Gig-based work has exploded over the last decade, accounting for almost all of America’s job growth. Is it a more flexible, personalized work experience or cost-cutting, exploitation tactic? And what should change so it’s fair to all?   Gig-based work represents virtually all of America’s job growth in the last decade. To some, it’s a solution for a more flexible, personalized work experience providing more time for other commitments. To others, however, it’s a means for companies to shed costs and exploit workers. In this episode, Century Lives: The 60-Year Career explores the many sides of this work phenomenon and, if it’s sticking around, what can be changed so that greater flexibility doesn’t come at too high of a price. Guests are: Sergio Avedian, Senior Contributor at the Rideshare Guy; Veena Dubal, Professor of Law, University of California, Hastings College of the Law; Paul Oyer, Professor of Economics, Stanford Business School; and Alexandrea Ravenelle, Assistant Professor of Sociology, University of North Carolina, Chapel Hill and author of Hustle and Gig.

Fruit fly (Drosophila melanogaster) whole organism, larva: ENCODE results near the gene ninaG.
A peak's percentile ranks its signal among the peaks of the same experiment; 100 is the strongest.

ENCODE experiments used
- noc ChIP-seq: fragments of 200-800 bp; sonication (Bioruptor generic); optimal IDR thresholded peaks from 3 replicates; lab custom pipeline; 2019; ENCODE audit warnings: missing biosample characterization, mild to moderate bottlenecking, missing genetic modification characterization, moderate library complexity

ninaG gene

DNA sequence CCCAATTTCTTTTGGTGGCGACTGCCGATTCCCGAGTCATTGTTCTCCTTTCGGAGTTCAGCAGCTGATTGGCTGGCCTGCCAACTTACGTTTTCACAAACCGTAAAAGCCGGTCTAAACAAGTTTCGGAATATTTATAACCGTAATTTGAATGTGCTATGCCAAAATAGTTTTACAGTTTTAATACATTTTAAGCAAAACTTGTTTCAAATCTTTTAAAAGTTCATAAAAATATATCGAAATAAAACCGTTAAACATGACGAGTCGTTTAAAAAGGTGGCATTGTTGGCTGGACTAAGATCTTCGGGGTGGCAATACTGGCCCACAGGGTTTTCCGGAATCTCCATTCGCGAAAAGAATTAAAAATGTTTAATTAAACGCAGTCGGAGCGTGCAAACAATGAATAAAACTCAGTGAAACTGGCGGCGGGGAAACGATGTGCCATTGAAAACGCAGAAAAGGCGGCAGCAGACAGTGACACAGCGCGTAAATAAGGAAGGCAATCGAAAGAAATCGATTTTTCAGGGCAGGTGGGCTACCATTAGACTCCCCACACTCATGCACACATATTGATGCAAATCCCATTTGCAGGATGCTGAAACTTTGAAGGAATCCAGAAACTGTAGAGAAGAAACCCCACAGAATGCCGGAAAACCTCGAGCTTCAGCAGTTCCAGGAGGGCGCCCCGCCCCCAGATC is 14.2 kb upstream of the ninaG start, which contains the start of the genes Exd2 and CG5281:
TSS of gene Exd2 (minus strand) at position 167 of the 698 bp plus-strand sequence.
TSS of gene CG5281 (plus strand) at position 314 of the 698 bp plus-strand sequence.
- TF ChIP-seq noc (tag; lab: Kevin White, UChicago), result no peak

The 25-Job Career

The 25-Job Career

2022-05-1831:51

With job tenures declining and job search technology booming, the traditional career ladder has vanished. How the new culture of job-hopping has created challenges and opportunities for workers and employers. The days of the decades-long single-employer career ladder are largely gone, a victim of factors ranging from aggressive job cutting by employers and the decline in union protections to reducing company loyalty and a thriving online job search industry fueled by technology. The defined career path has been replaced by a squiggly one. In this episode of Century Lives, we explore the reality of the 25-job career faced by Gen Z and Millennial workers by talking with economists, job seekers and recruiters; we even eavesdrop on a career counseling session. Guests include Sarah Ellis, podcaster and career coach; Jack Kelly, CEO of Wecruitr; Julia Pollak, chief economist at ZipRecruiter; and Timothy Taylor, managing editor at the Journal of Economic Perspectives.